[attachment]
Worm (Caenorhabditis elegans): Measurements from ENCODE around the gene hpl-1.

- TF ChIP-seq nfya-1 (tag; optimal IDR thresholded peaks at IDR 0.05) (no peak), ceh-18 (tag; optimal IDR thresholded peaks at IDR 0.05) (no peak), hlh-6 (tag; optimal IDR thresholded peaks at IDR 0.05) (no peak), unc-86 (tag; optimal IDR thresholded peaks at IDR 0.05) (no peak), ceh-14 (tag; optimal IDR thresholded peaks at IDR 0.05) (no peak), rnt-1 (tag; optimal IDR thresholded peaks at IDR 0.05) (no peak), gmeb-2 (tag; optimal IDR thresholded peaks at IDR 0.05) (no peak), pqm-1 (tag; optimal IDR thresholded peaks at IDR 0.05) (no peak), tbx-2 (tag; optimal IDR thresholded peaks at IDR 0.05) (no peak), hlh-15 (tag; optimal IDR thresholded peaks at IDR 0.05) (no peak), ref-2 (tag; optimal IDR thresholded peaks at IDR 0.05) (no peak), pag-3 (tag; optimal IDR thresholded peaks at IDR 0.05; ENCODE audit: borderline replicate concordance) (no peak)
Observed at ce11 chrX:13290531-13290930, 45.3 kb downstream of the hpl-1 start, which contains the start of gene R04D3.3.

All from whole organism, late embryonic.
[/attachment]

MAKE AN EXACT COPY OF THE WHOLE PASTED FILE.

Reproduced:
Worm (Caenorhabditis elegans): Measurements from ENCODE around the gene hpl-1.

- TF ChIP-seq nfya-1 (tag; optimal IDR thresholded peaks at IDR 0.05) (no peak), ceh-18 (tag; optimal IDR thresholded peaks at IDR 0.05) (no peak), hlh-6 (tag; optimal IDR thresholded peaks at IDR 0.05) (no peak), unc-86 (tag; optimal IDR thresholded peaks at IDR 0.05) (no peak), ceh-14 (tag; optimal IDR thresholded peaks at IDR 0.05) (no peak), rnt-1 (tag; optimal IDR thresholded peaks at IDR 0.05) (no peak), gmeb-2 (tag; optimal IDR thresholded peaks at IDR 0.05) (no peak), pqm-1 (tag; optimal IDR thresholded peaks at IDR 0.05) (no peak), tbx-2 (tag; optimal IDR thresholded peaks at IDR 0.05) (no peak), hlh-15 (tag; optimal IDR thresholded peaks at IDR 0.05) (no peak), ref-2 (tag; optimal IDR thresholded peaks at IDR 0.05) (no peak), pag-3 (tag; optimal IDR thresholded peaks at IDR 0.05; ENCODE audit: borderline replicate concordance) (no peak)
Observed at ce11 chrX:13290531-13290930, 45.3 kb downstream of the hpl-1 start, which contains the start of gene R04D3.3.

All from whole organism, late embryonic.